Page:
Moving Averages: Factors To Consider
  1. Moving Averages: Introduction
  2. Moving Averages: What Are They?
  3. Moving Averages: How To Use Them
  4. Moving Averages: Factors To Consider
  5. Moving Averages: Strategies
  6. Moving Averages: Different Flavors
  7. Moving Averages: Conclusion

Moving Averages: Factors To Consider

By Casey Murphy, Senior Analyst

Data Used in Calculation
Most moving averages take the closing prices of a given asset and factor them into the calculation. We thought it would be important to note that this does not always need to be the case. It is possible to calculate a moving average by using the open, close, high, low or even the median. Even though there is little difference between these calculations when plotted on a chart, the slight difference could still impact your analysis.

Finding an Appropriate Time Periods
Because most MAs represent the average of all the applicable daily prices, it should be noted that the time frame does not always need to be in days. Moving averages can also be calculated using minutes, hours, weeks, months, quarters, years etc. Why would a day trader care about how a 50-day moving average will affect the price over the upcoming weeks? On the other hand, a day trader would want to pay attention to a 50-minute average to get an idea of the relative cost of the security compared to the past hour. Some traders may even use the average price over the past three minutes to gauge an uptake in short-term momentum.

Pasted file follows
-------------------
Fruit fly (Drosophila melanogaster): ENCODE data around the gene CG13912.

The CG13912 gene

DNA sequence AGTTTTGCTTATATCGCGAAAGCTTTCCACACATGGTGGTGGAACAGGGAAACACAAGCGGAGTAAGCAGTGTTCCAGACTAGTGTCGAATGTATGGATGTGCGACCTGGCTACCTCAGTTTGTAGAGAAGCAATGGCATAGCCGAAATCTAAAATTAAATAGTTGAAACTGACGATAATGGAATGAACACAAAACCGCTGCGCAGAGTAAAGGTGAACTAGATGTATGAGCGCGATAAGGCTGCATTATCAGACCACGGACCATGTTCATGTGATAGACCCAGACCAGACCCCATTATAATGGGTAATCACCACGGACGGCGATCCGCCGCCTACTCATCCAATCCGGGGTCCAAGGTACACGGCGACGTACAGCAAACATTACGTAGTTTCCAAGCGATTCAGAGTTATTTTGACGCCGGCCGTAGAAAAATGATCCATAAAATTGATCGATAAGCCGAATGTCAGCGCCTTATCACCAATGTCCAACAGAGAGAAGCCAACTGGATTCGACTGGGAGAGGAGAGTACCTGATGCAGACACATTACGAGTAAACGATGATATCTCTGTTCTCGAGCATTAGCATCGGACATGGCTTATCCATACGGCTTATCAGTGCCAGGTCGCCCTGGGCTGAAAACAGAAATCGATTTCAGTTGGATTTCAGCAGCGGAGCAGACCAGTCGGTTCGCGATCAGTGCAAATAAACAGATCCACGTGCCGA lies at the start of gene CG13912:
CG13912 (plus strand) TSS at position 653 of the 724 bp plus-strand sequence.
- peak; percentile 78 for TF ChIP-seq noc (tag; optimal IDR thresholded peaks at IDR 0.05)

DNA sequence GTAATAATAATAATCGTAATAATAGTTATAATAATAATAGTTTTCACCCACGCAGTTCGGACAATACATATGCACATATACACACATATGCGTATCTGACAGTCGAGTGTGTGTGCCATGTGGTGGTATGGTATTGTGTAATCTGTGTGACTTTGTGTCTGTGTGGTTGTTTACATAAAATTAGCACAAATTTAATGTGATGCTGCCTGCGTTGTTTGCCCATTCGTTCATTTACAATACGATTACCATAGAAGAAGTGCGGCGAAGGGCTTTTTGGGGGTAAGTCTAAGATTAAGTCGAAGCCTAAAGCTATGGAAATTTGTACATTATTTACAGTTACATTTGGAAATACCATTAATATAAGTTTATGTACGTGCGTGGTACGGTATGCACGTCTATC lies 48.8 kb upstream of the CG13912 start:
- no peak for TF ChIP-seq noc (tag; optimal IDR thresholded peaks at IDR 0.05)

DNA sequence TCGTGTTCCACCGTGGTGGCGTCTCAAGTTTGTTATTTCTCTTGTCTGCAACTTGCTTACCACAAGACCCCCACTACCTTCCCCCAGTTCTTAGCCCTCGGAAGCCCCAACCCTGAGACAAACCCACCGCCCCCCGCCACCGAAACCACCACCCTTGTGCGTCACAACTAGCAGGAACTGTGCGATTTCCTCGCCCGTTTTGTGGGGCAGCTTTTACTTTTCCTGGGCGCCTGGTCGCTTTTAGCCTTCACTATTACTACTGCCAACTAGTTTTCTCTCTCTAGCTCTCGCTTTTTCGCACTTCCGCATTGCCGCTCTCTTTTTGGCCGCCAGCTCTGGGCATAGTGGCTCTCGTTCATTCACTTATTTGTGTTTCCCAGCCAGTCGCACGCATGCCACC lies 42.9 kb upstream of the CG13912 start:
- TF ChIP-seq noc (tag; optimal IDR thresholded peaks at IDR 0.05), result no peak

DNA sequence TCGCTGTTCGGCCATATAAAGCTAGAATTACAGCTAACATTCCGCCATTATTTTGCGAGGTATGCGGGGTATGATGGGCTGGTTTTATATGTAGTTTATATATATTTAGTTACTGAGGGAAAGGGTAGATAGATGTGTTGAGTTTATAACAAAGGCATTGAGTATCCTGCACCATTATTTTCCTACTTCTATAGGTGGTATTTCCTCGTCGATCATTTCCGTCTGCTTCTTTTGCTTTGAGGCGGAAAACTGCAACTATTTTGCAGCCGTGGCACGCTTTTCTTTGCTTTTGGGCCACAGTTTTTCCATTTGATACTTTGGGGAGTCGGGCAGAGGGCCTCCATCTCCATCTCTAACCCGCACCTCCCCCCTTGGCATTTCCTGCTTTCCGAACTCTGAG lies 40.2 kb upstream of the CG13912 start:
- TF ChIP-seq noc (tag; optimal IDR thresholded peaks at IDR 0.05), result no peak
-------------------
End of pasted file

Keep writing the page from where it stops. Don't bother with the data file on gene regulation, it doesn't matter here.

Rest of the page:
No Average is Foolproof
As you know, nothing in the financial markets is for certain - certainly not when it comes to using technical indicators. If a stock bounced off the support of a major average every time it came close, we would all be rich. One of the major disadvantages of using moving averages is that they are relatively useless when an asset is trending sideways, compared to the times when a strong trend is present. As you can see in Figure 1, the price of an asset can pass through a moving average many times when the trend is moving sideways, making it difficult to decide how to trade. This chart is a good example of how the support and resistance characteristics of moving averages are not always present.

Figure 1

Responsiveness to Price Action